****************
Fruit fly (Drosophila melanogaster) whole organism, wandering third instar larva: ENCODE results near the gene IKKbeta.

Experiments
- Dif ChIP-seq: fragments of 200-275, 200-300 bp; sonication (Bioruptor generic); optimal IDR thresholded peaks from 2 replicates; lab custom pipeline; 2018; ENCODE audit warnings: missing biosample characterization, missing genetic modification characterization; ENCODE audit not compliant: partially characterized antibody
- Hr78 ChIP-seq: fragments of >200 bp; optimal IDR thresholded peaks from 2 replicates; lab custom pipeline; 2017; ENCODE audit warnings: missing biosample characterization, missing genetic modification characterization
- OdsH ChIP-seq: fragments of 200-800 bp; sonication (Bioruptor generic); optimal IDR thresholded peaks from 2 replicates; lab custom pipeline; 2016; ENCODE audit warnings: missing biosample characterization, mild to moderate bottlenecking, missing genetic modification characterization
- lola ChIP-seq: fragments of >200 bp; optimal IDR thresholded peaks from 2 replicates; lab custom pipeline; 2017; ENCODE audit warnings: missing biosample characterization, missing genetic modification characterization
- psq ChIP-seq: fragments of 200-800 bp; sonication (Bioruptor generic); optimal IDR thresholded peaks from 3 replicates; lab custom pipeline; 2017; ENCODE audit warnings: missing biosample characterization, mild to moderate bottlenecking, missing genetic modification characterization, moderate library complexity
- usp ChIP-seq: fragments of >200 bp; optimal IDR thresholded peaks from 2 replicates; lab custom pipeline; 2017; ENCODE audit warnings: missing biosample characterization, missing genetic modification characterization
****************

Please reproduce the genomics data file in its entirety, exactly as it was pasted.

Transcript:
Fruit fly (Drosophila melanogaster) whole organism, wandering third instar larva: ENCODE results near the gene IKKbeta.

Experiments
- Dif ChIP-seq: fragments of 200-275, 200-300 bp; sonication (Bioruptor generic); optimal IDR thresholded peaks from 2 replicates; lab custom pipeline; 2018; ENCODE audit warnings: missing biosample characterization, missing genetic modification characterization; ENCODE audit not compliant: partially characterized antibody
- Hr78 ChIP-seq: fragments of >200 bp; optimal IDR thresholded peaks from 2 replicates; lab custom pipeline; 2017; ENCODE audit warnings: missing biosample characterization, missing genetic modification characterization
- OdsH ChIP-seq: fragments of 200-800 bp; sonication (Bioruptor generic); optimal IDR thresholded peaks from 2 replicates; lab custom pipeline; 2016; ENCODE audit warnings: missing biosample characterization, mild to moderate bottlenecking, missing genetic modification characterization
- lola ChIP-seq: fragments of >200 bp; optimal IDR thresholded peaks from 2 replicates; lab custom pipeline; 2017; ENCODE audit warnings: missing biosample characterization, missing genetic modification characterization
- psq ChIP-seq: fragments of 200-800 bp; sonication (Bioruptor generic); optimal IDR thresholded peaks from 3 replicates; lab custom pipeline; 2017; ENCODE audit warnings: missing biosample characterization, mild to moderate bottlenecking, missing genetic modification characterization, moderate library complexity
- usp ChIP-seq: fragments of >200 bp; optimal IDR thresholded peaks from 2 replicates; lab custom pipeline; 2017; ENCODE audit warnings: missing biosample characterization, missing genetic modification characterization